A man has been convicted of murdering two pensioners in separate attacks in 1998.
Michael Weir, 52 (03.12.66) of no fixed address, was found guilty of the murders of 79-year-old Leonard Harris and 83-year-old Rose Seferian in 1998 following a trial at the Old Bailey which concluded on Thursday, 14 November.
He will be sentenced at the same court on a date to be confirmed.
Advances in DNA technology led to Weir being convicted of both murders more than 20 years after the victims died.
The court heard that on 5 March 1998, Rose Seferian was alone in her home on Pembroke Road, W8, when Weir entered via the open lounge window and subjected her to a brutal physical assault.
Three rings, believed to be worth a total of around £100,000, were taken from her fingers, and money stolen from the property.
Rose suffered head and facial injuries to the extent that she was ‘almost unrecognisable’ when she was found by her son later that afternoon.
She was taken to hospital where she died on 9 April 1998, with medical professionals stating her head injury contributed to her death.
Crime scene examiners attended the scene of the murder and found a palm print on the inside window frame through which they believed the then unknown suspect entered the flat.
This was uploaded onto the National Fingerprint Database but there was no match to any existing prints on the system.
In 2017, a review of the system was carried out by the Met’s Fingerprint Bureau and an identification was established with a palm print taken in 2016 from an individual named Michael Weir.
This linked Weir to a separate murder which took place just five weeks earlier in January 1998.
Again an unidentified palm mark had been found at the victim’s home address but had not matched with any others on the system; it was now found to be a match for Weir.
Leonard Harris and his wife Trudie were both assaulted by Weir after he broke into their flat on Aylmer Road in East Finchley on 28 January 1998.
He then fled the scene with a number of items of jewellery, including an 18-carat gold watch.
Leonard was discovered with serious head injuries on the communal landing by an estate agent later that day and taken to hospital.
He died in hospital almost five months later on 16 June 2018.
A forensic pathologist concluded Mr Harris suffered a traumatic brain injury consistent with having occurred around the time of the assault and that this contributed to his death.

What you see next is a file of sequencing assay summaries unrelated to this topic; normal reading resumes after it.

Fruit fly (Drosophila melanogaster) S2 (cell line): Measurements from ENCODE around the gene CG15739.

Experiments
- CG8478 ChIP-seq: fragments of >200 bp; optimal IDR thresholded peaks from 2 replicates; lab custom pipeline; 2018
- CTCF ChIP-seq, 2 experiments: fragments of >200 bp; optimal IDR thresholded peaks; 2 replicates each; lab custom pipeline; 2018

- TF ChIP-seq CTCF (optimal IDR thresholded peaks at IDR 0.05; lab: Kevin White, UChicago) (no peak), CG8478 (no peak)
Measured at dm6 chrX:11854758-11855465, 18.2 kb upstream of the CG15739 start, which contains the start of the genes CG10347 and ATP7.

In the years prior to his death, Leonard was a carer for Trudie, who had dementia. Following the attack, her health rapidly deteriorated and she died around two years later.
Weir was originally arrested for Leonard’s murder on 4 June 1998 after DNA evidence from a glove found at the scene linked him to the attack.
He was charged and later convicted on 12 July 1999 but acquitted following an appeal in May 2000 when the Court of Appeal ruled that evidence provided by the prosecution was inadmissible.
As well as the match of the palm mark in 2017, advances in DNA technology meant a separate blood scraping found in the hallway of Leonard’s flat at the time could now be linked to Weir.
Weir was re-arrested on 26 March 2018 for the murder of both Leonard and Rose and continuously denied both offences. He was remanded in custody until trial.
Detective Chief Inspector Shaun Fitzgerald, from Specialist Crime, said: “More than 20 years has passed since both Leonard and Rose suffered brutal assaults which contributed to their deaths – 20 years of pain and continued grief for both families.
“Both victims had been able to live at home until the point of these attacks. It was undoubtedly Weir’s actions which saw them both rushed to hospital and set in train the cause of their deaths.
“Nothing can ever take away the pain of Leonard and Rose’s families but we hope this conviction brings them some kind of closure.
“Weir literally thought he had got away with murder but he now faces a considerable custodial sentence where he will have significant time to reflect on his utterly callous actions towards two completely innocent victims.
“This has been a long and complex investigation but one which demonstrates that we will never give up on seeking justice for victims and their loved ones.”